LEONARD ADAMS, MICHAEL NOAH, VIRGINIA PHILLIPS, DEBRA BLACK, DESIRE HOUSING PROJECTS RESIDENTS, FLORIDA HOUSING PROJECTS RESIDENTS, PRESS PARK HOUSING COMPLEX, ET AL. Vs. CSX RAILROADS (CS & X RAILROAD), CSX TRANSPORTATION CO. (CS & X TRANSPORTATION CO.), SOUTHERN RAILROAD SYSTEM, NORFOLK SOUTHERN CORPORATION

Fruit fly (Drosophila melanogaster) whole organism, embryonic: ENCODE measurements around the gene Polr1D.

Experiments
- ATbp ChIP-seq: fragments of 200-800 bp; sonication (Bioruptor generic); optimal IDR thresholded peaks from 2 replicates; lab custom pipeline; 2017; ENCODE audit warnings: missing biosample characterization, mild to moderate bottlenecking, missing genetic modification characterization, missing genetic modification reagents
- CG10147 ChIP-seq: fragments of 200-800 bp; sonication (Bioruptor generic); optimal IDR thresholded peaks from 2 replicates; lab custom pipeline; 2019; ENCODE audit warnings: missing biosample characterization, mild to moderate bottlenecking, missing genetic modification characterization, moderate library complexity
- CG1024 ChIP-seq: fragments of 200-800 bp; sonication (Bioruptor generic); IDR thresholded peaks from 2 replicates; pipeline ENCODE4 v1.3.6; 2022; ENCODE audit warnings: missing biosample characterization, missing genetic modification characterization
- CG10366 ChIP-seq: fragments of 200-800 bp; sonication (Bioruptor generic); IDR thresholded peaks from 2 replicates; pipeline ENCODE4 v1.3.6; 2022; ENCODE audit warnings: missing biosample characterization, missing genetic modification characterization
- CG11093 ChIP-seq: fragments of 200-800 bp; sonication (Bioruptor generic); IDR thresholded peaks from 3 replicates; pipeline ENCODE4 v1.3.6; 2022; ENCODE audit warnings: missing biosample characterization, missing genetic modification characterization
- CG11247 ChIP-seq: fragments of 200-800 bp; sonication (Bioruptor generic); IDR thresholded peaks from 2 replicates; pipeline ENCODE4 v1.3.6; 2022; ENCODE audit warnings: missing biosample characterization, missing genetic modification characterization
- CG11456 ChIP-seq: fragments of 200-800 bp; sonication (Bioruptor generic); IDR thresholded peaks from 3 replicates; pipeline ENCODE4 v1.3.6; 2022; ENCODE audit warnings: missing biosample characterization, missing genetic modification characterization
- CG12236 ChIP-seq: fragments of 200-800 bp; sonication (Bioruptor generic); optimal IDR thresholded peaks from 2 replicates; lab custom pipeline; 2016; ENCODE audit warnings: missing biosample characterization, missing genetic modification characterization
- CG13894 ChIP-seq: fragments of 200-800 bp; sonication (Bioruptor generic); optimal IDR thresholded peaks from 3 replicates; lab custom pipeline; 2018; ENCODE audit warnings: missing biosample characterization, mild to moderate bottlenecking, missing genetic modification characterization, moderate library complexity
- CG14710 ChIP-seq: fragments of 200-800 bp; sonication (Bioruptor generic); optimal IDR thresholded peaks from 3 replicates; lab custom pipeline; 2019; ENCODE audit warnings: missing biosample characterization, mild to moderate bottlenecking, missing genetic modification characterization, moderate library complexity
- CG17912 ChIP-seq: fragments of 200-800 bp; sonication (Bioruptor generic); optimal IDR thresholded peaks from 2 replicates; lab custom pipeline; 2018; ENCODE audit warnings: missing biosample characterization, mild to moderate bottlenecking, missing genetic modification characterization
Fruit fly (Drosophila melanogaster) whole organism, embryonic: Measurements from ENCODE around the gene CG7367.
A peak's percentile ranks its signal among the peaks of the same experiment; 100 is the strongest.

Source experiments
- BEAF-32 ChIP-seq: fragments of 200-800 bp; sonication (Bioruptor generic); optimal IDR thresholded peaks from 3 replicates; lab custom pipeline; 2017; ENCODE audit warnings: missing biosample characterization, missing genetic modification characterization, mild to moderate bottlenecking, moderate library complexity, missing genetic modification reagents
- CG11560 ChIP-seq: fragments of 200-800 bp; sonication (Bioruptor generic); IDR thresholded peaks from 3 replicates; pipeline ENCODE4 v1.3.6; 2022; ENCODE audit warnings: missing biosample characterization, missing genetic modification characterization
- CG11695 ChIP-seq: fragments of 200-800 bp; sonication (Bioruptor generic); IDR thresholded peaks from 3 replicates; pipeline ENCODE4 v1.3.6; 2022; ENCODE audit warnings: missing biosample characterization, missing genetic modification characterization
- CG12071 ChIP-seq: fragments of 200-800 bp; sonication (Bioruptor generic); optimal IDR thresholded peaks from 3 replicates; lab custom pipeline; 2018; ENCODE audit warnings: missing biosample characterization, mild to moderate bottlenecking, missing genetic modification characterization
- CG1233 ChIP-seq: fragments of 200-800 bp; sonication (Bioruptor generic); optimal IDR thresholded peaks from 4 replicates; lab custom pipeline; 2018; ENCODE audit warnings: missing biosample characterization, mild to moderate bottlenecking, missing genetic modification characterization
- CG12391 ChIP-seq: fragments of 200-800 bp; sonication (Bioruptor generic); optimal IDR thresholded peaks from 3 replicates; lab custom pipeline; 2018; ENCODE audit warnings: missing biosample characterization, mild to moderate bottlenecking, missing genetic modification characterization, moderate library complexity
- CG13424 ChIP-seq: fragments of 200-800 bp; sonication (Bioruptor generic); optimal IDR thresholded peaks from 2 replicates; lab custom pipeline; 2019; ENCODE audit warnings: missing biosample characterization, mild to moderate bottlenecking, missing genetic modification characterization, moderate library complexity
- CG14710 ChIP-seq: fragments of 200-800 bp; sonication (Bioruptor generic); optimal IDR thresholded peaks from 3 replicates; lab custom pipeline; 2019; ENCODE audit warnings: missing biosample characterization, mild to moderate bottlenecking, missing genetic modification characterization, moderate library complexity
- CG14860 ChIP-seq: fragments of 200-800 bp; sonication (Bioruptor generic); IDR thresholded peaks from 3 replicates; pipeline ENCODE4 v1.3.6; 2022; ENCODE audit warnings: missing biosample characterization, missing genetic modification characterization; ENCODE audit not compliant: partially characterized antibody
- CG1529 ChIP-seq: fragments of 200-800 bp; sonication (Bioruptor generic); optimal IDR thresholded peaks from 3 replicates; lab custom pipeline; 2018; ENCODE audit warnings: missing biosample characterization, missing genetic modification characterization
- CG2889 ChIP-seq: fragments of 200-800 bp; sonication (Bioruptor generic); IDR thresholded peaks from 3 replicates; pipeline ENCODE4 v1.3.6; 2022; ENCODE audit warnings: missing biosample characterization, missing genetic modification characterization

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LEONARD ADAMS, MICHAEL NOAH, VIRGINIA PHILLIPS, DEBRA BLACK, DESIRE HOUSING PROJECTS RESIDENTS, FLORIDA HOUSING PROJECTS RESIDENTS, PRESS PARK HOUSING COMPLEX, ET AL. * NO. 2004-CA-1965 * COURT OF APPEAL * FOURTH CIRCUIT * STATE OF LOUISIANA * VERSUS CSX RAILROADS (CS & X RAILROAD), CSX TRANSPORTATION CO. (CS & X TRANSPORTATION CO.), SOUTHERN RAILROAD SYSTEM, NORFOLK SOUTHERN CORPORATION CONSOLIDATED WITH: IN RE: NEW ORLEANS TRAIN CAR LEAKAGE FIRE LITIGATION * ******* CONSOLIDATED WITH: NO. 2004-C-1880 APPEAL FROM CIVIL DISTRICT COURT, ORLEANS PARISH NO. 87-16374, DIVISION “AD HOC” Honorable Wallace A. Edwards, Judge Ad Hoc ****** Judge Dennis R. Bagneris, Sr. ****** (Court composed of Judge Dennis R. Bagneris, Sr., Judge Michael E. Kirby, and Judge Leon A. Cannizzaro, Jr.) Joseph M. Bruno David S. Scalia BRUNO & BRUNO 855 Baronne Street New Orleans, LA 70113 -ANDBruce C. Dean BRUCE C. DEAN, LLC 3500 North Hullen Street Metairie, LA 70002 -ANDCalvin C. Fayard, Jr. FAYARD & HONEYCUTT 519 Florida Boulevard COUNSEL FOR PLAINTIFFS/APPELLEES Daniel Lund H. Philip Radecker, Jr. MONTGOMERY BARNETT BROWN READ HAMMOND & MINTZ, L.L.P. 1100 Poydras Street 3200 Energy Centre New Orleans, LA 70163-3200 -ANDJoseph L. Shea, Jr. Kathryn Bloomfield LEMLE & KELLEHER, L.L.P. 401 Edwards Street Tenth Floor, Louisiana Tower Shreveport, LA 71101 COUNSEL FOR AMF-BRD, INC. Eric Shuman McGLINCHEY STAFFORD, PLLC 643 Magazine Street New Orleans, LA 70130-0643 -AND- George E. Yokitis Mindy J. Shreve DEFOREST KOSCELNIK YOKITIS & KAPLAN 436 Seventh Avenue Koppers Building, 30th Floor Pittsburgh, PA 15219 COUNSEL FOR NOVA CHEMICALS, INC. AFFIRMED; MOTION TO DISMISS APPEAL DENIED In this appeal, the defendants, AMR-BRD, Inc. and Nova Chemicals, Inc., seek review of a trial court judgment, which granted the plaintiffs’ order amending the previous case management order. For the following reasons, we affirm. FACTS AND PROCEDURAL HISTORY The instant case arises out of a mass tort class action proceeding, In Re: New Orleans Tank Car Leakage Fire Litigation 87-16374, filed in Orleans Parish Civil District Court in 1987 against nine defendants. Certification was sought and granted of a class of individuals allegedly harmed by the tank car fire. On October 3, 1988, a jury trial was ordered. The trial of this litigation has progressed in three phases. During phase I, in the summer of 1997, a jury heard the testimony of twenty plaintiffs as well as testimony from all parties on the issue of liability. The jury returned a verdict in favor of the plaintiff class against all of the defendants on the issue of liability only. The jury found the twenty plaintiffs were entitled to damages arising from the event and assigned compensatory damages ranging from $20,000.00 to $300,000.00. The jury also found liability for punitive damages against five of the defendants in favor of the entire class. Phase II of the proceedings determined the amount of the punitive damages awarded. The trial court issued a judgment in accordance with the verdicts on liability and damages and the defendants appealed. Phase III of the proceedings consisted of a jury trial to determine the amount of damages for twenty more plaintiffs. The jury assigned damage amounts ranging from $0 to $100,000.00. Subsequently, seven of the nine defendants reached a settlement with the plaintiff class ending their participation in the case. However, the defendants AMR-BRD, Inc. and Nova Chemicals, Inc., (“hereinafter Defendants”) continued the appellate process on the issue of liability and the damages awarded to some of the plaintiffs in phase III of the proceedings. The Louisiana Supreme Court upheld the judgment on liability and the Defendants sought writs from the United States Supreme Court. The U.S. Supreme Court denied writs on March 31, 2003. The judgment of liability is final. According to the plaintiffs, 9,982 plaintiffs timely filed proof of claim forms; and, of that number, only 40 plaintiffs have had their claims tried before a jury. The claims of all of the plaintiff class members have been settled with seven of the defendants. There are approximately 9,942 plaintiff class members whose claims must be tried to determine damages as to the two remaining Defendants. The plaintiffs estimate if the claims are tried twenty at a time, it will take approximately 9 1/2 years to determine damages for each plaintiff. Consequently, in June 2004, the plaintiffs filed a Motion to Enter Supplemental Case Management Order Appointing an Expert to Assist the Court in Evaluating the Claims of the Remaining Class Members, Setting Individual Damage Trials for Bench Trials, Limiting the Scope of Evidence, Testimony, and Discovery. On September 27, 2004, the trial court rendered reasons for judgment, which granted all of the plaintiffs’ requests except the limitation of the scope of evidence and testimony. On October 26, 2004, the trial court rendered judgment, and supplemental reasons for judgment. The judgment states as follows, in pertinent part: IT IS HEREBY ORDERED, ADJUDGED, AND DECREED, that the PMC’s motion to fix individual damage trials as bench trials be and it is hereby GRANTED as to any individual plaintiff whose amount in dispute against the remaining Defendants is Twenty Thousand Dollars ($20,000.00) or less, exclusive of interest and costs; and DENIED as to any individual plaintiff whose amount in dispute against the remaining Defendants exceeds Twenty Thousand Dollars ($20,000.00), exclusive of interest and costs. IT IS FURTHER ORDERED, ADJUDGED, AND DECREED, that on or before October 27, 2004, the PMC shall identify each individual class member whose amount in dispute against the remaining Defendants exceeds Twenty Thousand Dollars ($20,000.00) exclusive of interest and costs. IT IS FURTHER ORDERED, ADJUDGED, AND DECREED, that the PMC’s motion to appoint experts be and it is hereby GRANTED to the extent that such expert or experts shall be appointed by the Court to assist the Court in the management, organization, and administration of trials of the remaining claims. In all other respects, the motion is denied, particularly regarding the performance of judicial functions. The parties shall, on or before October 27, 2004, submit nominees and briefs on the use of experts in accordance with the Reasons for Judgment dated September 27, 2004, as supplemented. IT IS FURTHER ORDERED, ADJUDGED, AND DECREED, that the PMC’s motion to tax the fees and costs of the court appointed expert or experts be and it is hereby GRANTED to the extent that the Court will exercise its discretion, tax the costs of said expert(s) to the remaining Defendants, and the Court will exercise its authority to tax all other costs as judgments are entered in individual cases. In all other respects the PMC’s motion to the [sic] tax fees and costs is DENIED. IT IS FURTHER ORDERED, ADJUDGED, AND DECREED, that the PMC’s motion to limit discovery be and it is hereby GRANTED to the extent that discovery shall be limited as follows (subject to the right of any party for good cause shown to further limit or extend): 1. No plaintiff, representative of a minor on September 9, 1987, or representative of a deceased plaintiff may be deposed beyond one (1) hour; 2. Except for the depositions of plaintiffs, representatives of minors and deceased plaintiffs; discovery of employment and medical records, lost wages, medical expenses, special damages, etc., is limited to the Proof of Claim files and depositions for records only; 3. Depositions of plaintiffs who were under the age of 10 years on September 9, 1987 are precluded unless such plaintiff will testify at trial. In all other respects the PMC’s motion as it relates to discovery is DENIED. On that same date, Defendants filed a joint motion for suspensive appeal from this interlocutory ruling and a notice of intention to seek supervisory writs. On December 7, 2004, this Court ordered that the writ application be consolidated with this appeal. On December 7, 2004, plaintiffs filed a motion to dismiss Defendants’ appeal, which this Court, on December 29, 2004, referred to the merits of this appeal. DISCUSSION An appeal may be taken from a final judgment or from an interlocutory judgment which causes irreparable injury. La. C.C.P. art 2083. A final judgment determines the merits in whole or in part, whereas an interlocutory judgment involves preliminary matters in the course of the action. La. C.C.P. art. 1841. The judgment appealed from (which amended the previous case management order to: (1) vacate jury trials when an individual plaintiff’s amount in dispute against the Defendants is $20,000.00 or less; (2) order court appointed experts to assist in the management, organization, and administration of trials of the remaining claims; (3) assess expert fees as costs against Defendants; and (4) limit discovery) is an interlocutory judgment and normally not appealable. However, Defendants argue that they will suffer irreparable harm because the judgment strips them of fundamental rights to jury trials, to conduct discovery, and to conduct cross-examination, making the judgment appealable under La. C.C.P. art. 2083. In this instance, where appellate delay has already occurred, we choose to pretermit the question of whether this judgment results in irreparable injury, and to decide the appeal. Accordingly, plaintiffs’ motion to dismiss Defendants’ appeal is hereby denied. On appeal, Defendants make the following five assignments of error: (1) The trial court violated due process and abused its discretion in nullifying the jury order, allowing the plaintiffs unilaterally to select whether a claim will be tried to a jury without requiring any binding stipulation from plaintiffs that the damages recoverable by them are less than the applicable jury quantum, limiting defendants’ rights to discovery and cross-examination, without correlatively assessing any limits on plaintiffs’ rights to discovery and to cross-examination, assessing defendants liable for all costs of the experts to be appointed before the defendants have been cast in judgment vis-à-vis the remaining claimants, and in appointing an expert or experts to perform functions reserved to the court and/or the trier of fact. (2) The trial court erred in nullifying the jury order that has been in place in this case since its inception, in adopting a test for amount in dispute which factors in defendants’ fault allocations. (3) The trial court erred in authorizing appointment of expert(s) to manage this action and to assist the court to administer trials, all as set forth in the Reasons, and “for the purpose of recommending methodologies for grouping of similar claims.” (4) The trial court erred in entering, in effect, a final judgment at this stage of the case assessing the costs of any such appointed expert(s) against the defendants. (5) The trial court abused its discretion in limiting defendants’ discovery rights and rights of cross-examination without imposing any correlative limits on plaintiffs’ discovery and cross-examination rights. Issue One: Whether the Order Improperly Impinges on Defendants’ Rights to a Jury Trial? The Defendants argue on appeal that the trial court erred when it put the right to a jury trial unilaterally in the hands of the claimants [plaintiffs], without requiring any binding stipulation as to damage amounts less than the $20,000.00 jury quantum, and without regard to percentage of fault allocations. Specifically, Defendants allege that the record irrefutably establishes that this class action involves claims clearly in excess of the controlling jury quantum, $20,000.00, and that there is nothing in the record to establish that the amount of damages are below the jury quantum or that any individual claimant is limited to a recovery below the jury quantum. Further, the Defendants cite In re Gas Water Heater Products Liability Litigation, 97-2028, p.3 (La.4/14/98), 711 So.2d 264, 266, for the proposition that a class action is “one suit with one judgment” and that the “amount in dispute,” for purposes of determining jurisdiction, “is determined by [the] total sum demanded by the plaintiffs on behalf of all class members.” Plaintiffs, on the other hand, argue that there is no fundamental right to a jury trial. The plaintiffs aver, with the exception of a handful of claims, they have stipulated that their damages are below the amount for jury trial exclusive of interest and costs. To support their argument, the plaintiffs rely on two Louisiana Supreme Court decisions, Cambridge Corner Corp., v. Menard, 525 So.2d 527 (La.1988) and Benoit v. Allstate Ins. Co., 00-0424 (La. 11/28/00), 773 So.2d 702. In September 1987, the test for trial by jury under La. C.C.P. article 1732 was whether the “amount in dispute” exceeds “twenty thousand dollars exclusive of interest and costs.” The 1983 Revision Comments to article 1732 provide that the “the phrase ‘amount in dispute’ is used to emphasize that it is the amount demanded in good faith by the plaintiff which shall determine whether there is a right to a trial by jury and not simply the amount of plaintiff’s demand.” In Cambridge Corner Corp., v. Manard, the plaintiff filed suit for accelerated rent and other items totaling $10,074.00, plus attorney fees. 525 So.2d 527 (La.1988). At the time suit was filed, the monetary threshold for a jury trial was $10,000.00 and the defendant demanded a jury trial. The plaintiff then amended its petition to reduce the amount demanded to $8,698.00, plus attorney fees, and later moved to dismiss the jury. Thereafter, the trial court denied defendants request for trial by jury. The Louisiana Supreme Court granted the defendant’s writ and found that the defendant was entitled to jury trial because the plaintiff’s amount in dispute [the $8,698.00 plus 15% as attorney fees] still exceeded the $10,000.00 minimum exclusive of interest and costs. In making this determination, the Louisiana Supreme Court noted: Plaintiff’s or defendant’s right to a jury trial depends on the good faith amount in dispute and not necessarily on the amount initially demanded by the plaintiff. When the good faith amount in dispute in a particular case is $10,000 or less, plaintiff should not be able to file a demand that exceeds $10,000 or increase his initial demand to more than $10,000 for the purpose of guaranteeing himself a jury trial. Similarly, when the good faith amount in dispute exceeds $10,000, plaintiff should not be able to file a demand for $10,000 or less or decrease his initial demand to $10,000 or less for the purpose of preventing defendant from having a jury trial. Additionally, the initial amount demanded will not always determine the right to trial by jury even when it was demanded in good faith. Many times through discovery and preparation for trial, a plaintiff will discover that his claim is actually worth more or less than he originally demanded. It is also possible that part of a claim may be settled before trial. Cambridge Corner, 525 So.2d at 529-530. The Court in Cambridge reasoned the correct time for the determination of whether or not a jury trial is appropriate is when the circumstances of the case show the threshold amount is met. In that case, it was after the plaintiff’s petition was filed but before trial of the case. In Benoit v. Allstate Insurance Company, the Louisiana Supreme Court addressed the 1989 version of La. C.C.P. article 1732, which reworded the statutory standard for the monetary threshold for the availability of a jury trial from “the amount in dispute does not exceed” to “the amount of no individual petitioner’s cause of action exceeds fifty thousand dollars exclusive of interest and costs.” 00-0424 (La. 11/28/00), 773 So.2d 702. In Benoit, the plaintiff brought an action against his underinsured motorist coverage with limits of $10,000.00 after recovering a settlement from the tortfeasor for its policy limits of $100,000.00. The Louisiana Supreme Court addressed the distinction between “amount in dispute” and “cause of action” under the 1987 and 1989 versions of La. C.C.P. article 1732, and concluded “that the amounts received by plaintiff in settlement or payment from persons against whom plaintiff has a separate cause of action are not to be considered in determining the amount of plaintiff’s cause of action against the defendant presently before the court.” Benoit, 773 So.2d at 708. Further, in the Louisiana Supreme Court’s interpretation of the 1989 Amendment, the Court stated: One purpose of the 1989 legislation, which is very evident from the insertion of the words “individual petitioner,” was to clarify that the monetary threshold cannot be satisfied by the joinder of two or more plaintiffs in the same suit, although La. Code Civ. Proc. art. 463 might authorize that joinder under the specified conditions. The amendment clearly requires that the unjoined cause of action of at least one individual plaintiff must be valued above the minimum amount. * * * In judicially resolving the problem, we first note the overall legislative trends (1) to restrict, rather than expand, the right to jury trials; (2) to expand the jurisdiction of courts of limited jurisdiction in which there is no right to trial by jury; and (3) generally to limit the availability of the more costly methods of litigating claims and to encourage more efficient methods, such as summary judgment. It would undermine the overall scheme of the Code of Civil Procedure if we interpreted the legislative intent of the 1989 amendment as adopting an entirely different and broader concept by expanding the availability of jury trials, and we conclude that the Legislature did not intend such a result. Benoit, 773 So.2d at 706-708. Although the Defendants cite the case In re Gas Water Heater Products Liability Litigation for the proposition that all claims must be aggregated in a class action for determination of the right to a jury trial, we do not find that this is a correct statement of the holding. 97-2028, (La.4/14/98), 711 So.2d 264. We agree with the trial court that in In re Gas Heater Products Liability Litigation, the Louisiana Supreme Court was merely “determining the jurisdictional limit of a court of limited jurisdiction – not the right to jury trial – and was constrained by legislation which fixed the jurisdictional limit by defining the amount in dispute as the amount demanded under La. C.C.P. arts. 4 and 4841 at the time the action was commenced.” Accordingly, we find no merit to Defendants argument that In re Gas Water Heater Products Liability Litigation fully supports their right to a jury trial. Upon applying the applicable provision of La. C.C.P. article 1732, as well as weighing the decisions in Cambridge and Benoit, we do not find that the trial court erred in amending the trial order to hold that the right to jury trial does not exist as to any individual plaintiff whose “amount in dispute” at this time does not exceed the amount of $20,000.00 against the Defendants. Issue Two: Whether the trial court erred in authorizing a court appointed expert to assist in the management, organization, and administration of the remaining trials? Defendants argue that the trial court did not have the authority, in this case, to appoint an expert to evaluate and assist the court with the remaining claims. The Defendants further argue that the “description of the functions to be performed by the so-called expert(s) shows that a special master is being imposed…” on them without their legally required consent. We find no merit to Defendants’ argument. La. C. C. P. article 192 states that “[t]he appointment of expert witnesses is controlled by Louisiana Code of Evidence Article 706” and that “[t]he reasonable fees and expenses of these experts shall be taxed as costs of court.” La. C.E. article 706 provides, in pertinent part: A. Civil cases. In a civil case, the court may on its own motion or on the motion of any party enter an order to show cause why expert witnesses should not be appointed, and may request the parties to submit nominations. The court may appoint any expert witnesses agreed upon by the parties, and may appoint expert witnesses of its own selection. An expert witness shall not be appointed by the court unless he consents to act. A witness so appointed shall be informed of his duties by the court in writing, a copy of which shall be filed with the clerk, or at a conference in which the parties shall have opportunity to participate. A witness so appointed shall advise the parties of his findings, if any; his deposition may be taken by any party; and he may be called to testify by the court or any party. B. Disclosure of appointment. In a civil case, in the exercise of its discretion, the court may authorize disclosure to the jury of the fact that the court appointed the expert witness. C. Parties’ experts of own selection. Nothing in this Article limits the parties in calling expert witnesses of their own selection. Further, the La. C.C.P. article 373 provides that “[a]n expert appointed by a trial court to assist it in the adjudication of a case in which his special skill and knowledge may aid the court is an officer of the court from the time of his qualification until the rendition of final judgment in the case.” In this case, the trial court recognized its authority to appoint experts, as well as the limitations of such appointments. Specifically, in its reasons for judgment, the trial court stated: The Court has much discretion in the management of class actions and in the appointment of such experts as may be needed by the Court, however this authority is subject to limits. … While the Court has discretion to appoint experts to provide the Court with facts and information necessary for a complete determination, any such expert cannot decide or judge the case nor engage in the corollary functions of the Court. Likewise, any such expert is subject to cross examination by all parties as a clear matter of due process. This Court will, in due course, appoint such experts to analyze the remaining claims for the purposes of recommending methodologies for grouping of similar claims, e.g. claims with similar circumstances, and assist the Court’s conduct and management of future trials. Any such recommendations shall be subject to cross examination. The experts will not be triers of fact nor exercise corollary judicial functions, but shall assist the Court in its management functions and shall be subject to cross examination on all aspects of their assignment(s) by the Court. La. C.E. article 706 gives authority to the trial court to appoint expert witnesses of its own selection. Further, the trial court clearly stated in its reasons for judgment that the experts would neither engage in judicial functions nor be triers of fact. For these reasons, we do not find that the trial court erred in authorizing a court appointed expert to assist in the management, organization, and administration of the remaining trials. Issue Three: Whether the trial court erred in assessing the costs of any such appointed expert against the defendants? In this assignment of error, Defendants allege that it was improper for the trial court, at this stage of the proceedings, to tax the costs of the expert witness or witnesses to them. Specifically, Defendants argue that the trial court violated Louisiana Revised Statute 13:3666, when it assessed the costs of the court appointed expert to them before they [the Defendants] have been cast in judgment. Plaintiffs argue that the reasonable fees and costs associated with the appointment of this expert should be taxed as costs of court in accordance with La. C.C.P. article 192(B). Further, plaintiffs argue that the Defendants should bear the cost of the reasonable fees and expenses of the appointed expert because Defendants have a liability judgment against them. In its reasons for judgment concerning costs, the trial court stated: The PMC seeks an order taxing all costs to defendants. The Defendants suggest their costs should be limited to their 7.5% combined liability. The Court will exercise its authority to tax costs as judgments are made on individual cases, noting however the remaining defendants liability having been previously adjudicated for such compensatory damages as may be proven will influence such determination. The Court does not find that the remaining defendants liability for costs is limited to their 7.5% combined fault, but rather extends to any costs incurred in the further conduct of this litigation. As to any appointed experts who shall be appointed in accord with these reasons, their charges will be assessed as court costs and shall be taxed to and paid by the remaining defendants. Although the trial court did tax the costs of the appointed court expert to Defendants, it acknowledged that it would exercise its authority to tax all other costs as judgments are entered in individual cases. We do not find that the trial court abused its discretion in this ruling, especially in light of the fact that there is a final liability judgment against the Defendants and in favor of plaintiffs. Further, under La. C.C.P. article 1920, a trial court may render judgment for costs, or any part thereof, against any party, as it may consider equitable. Accordingly, we find no merit to this assignment of error. Issue Four: Whether the trial court erred in limiting the scope of future discovery? In this assignment of error, Defendants argue that the trial court’s placing of limits on future discovery is an abuse of discretion. The Defendants further argue that the limitations impair their rights to conduct adequate discovery should the need arise, and that the trial court has in essence prejudiced the entire remainder of the case. Contrarily, the plaintiffs allege that the trial court exercised its discretion mindful of the need to manage the proceedings of the remaining 9,900 trials while at the same time recognizing the need for fairness to all parties. In its reasons for judgment concerning discovery, the trial court stated: The PMC [plaintiffs] further asks the Court to limit discovery to the proofs of claim filed by each plaintiff and the related and supplemental information, e.g. medical records and bills, lost wage reports, property damage estimates, etc. The defendants oppose such request, urging the Court to permit unrestrained discovery. The liability of the remaining defendants for compensatory damages has been determined in fixed percentages. This determination is final. The only remaining area for inquiry is causation and quantum with respect to each individual plaintiff. At this point in time there is no need for a “scorched earth” defense which requires lengthy biographical depositions of plaintiffs, repetitive depositions of medical providers, employers, family, friends, and neighbors. Yet, defendants are entitled to test the evidence to be presented. Unfortunately, the parties put this issue to the Court as all (defendants) or none (PMC). Neither suggests an alternative, ostensibly on the theory that he who blinks first, loses. (Emphasis in original) This Court must exercise its discretion to manage these proceedings with the interest of fairness for all. Accordingly, subject to the right of any party to show good cause to extend the discovery regarding any individual plaintiff beyond the limits set herein, discovery is limited as follows: 1. No plaintiff, representative of a minor on September 9, 1987, or representative of a deceased plaintiff may be deposed beyond one (1) hour; 2. Except for the depositions of plaintiffs, representatives of minors and deceased plaintiffs; discovery of employment and medical records, lost wages, medical expenses, special damages, etc. is limited to the proof of claim files and depositions for records only; and 3. Depositions of plaintiffs who were under the age of 10 on September 9, 1987 are precluded unless such plaintiff will testify at trial. The parties are encouraged to work cooperatively to these ends. The Court will consider any application showing good cause to either extend or further limit discovery based upon individual circumstances. It is well established that trial courts in Louisiana have broad discretion in regulating pretrial discovery, which discretion will not be disturbed on appeal absent a clear showing of abuse. The basic objectives of the Louisiana discovery process are: (1) to afford all parties a fair opportunity to obtain facts pertinent to the litigation; (2) to discover the true facts and compel disclosure of these facts wherever they may be found; (3) to assist litigants in preparing their cases for trial; (4) to narrow and clarify the basic issues between the parties; and (5) to facilitate and expedite the legal process by encouraging settlement or abandonment of less than meritorious claims. Hodges v. Southern Farm Bureau Cas. Ins. Co., 433 So.2d 125, 129 (La. 1983). Further, the discovery statutes are to be liberally and broadly construed to achieve their intended objectives. Id. Considering that the instant case has 9,942 plaintiffs, it does not seem to be an abuse of the discretion by the trial court to narrow and focus discovery in an attempt to efficiently manage judicial resources. Accordingly, we find no merit in this assignment of error. For these reasons, we affirm the trial court’s judgment, which amended the previous case management order to: (1) vacate jury trials when an individual plaintiff’s amount in dispute against the Defendants is $20,000.00 or less; (2) order court appointed experts to assist in the management, organization, and administration of trials of the remaining claims; (3) assess expert fees as costs against Defendants; and (4) limit discovery. AFFIRMED; MOTION TO DISMISS APPEAL DENIED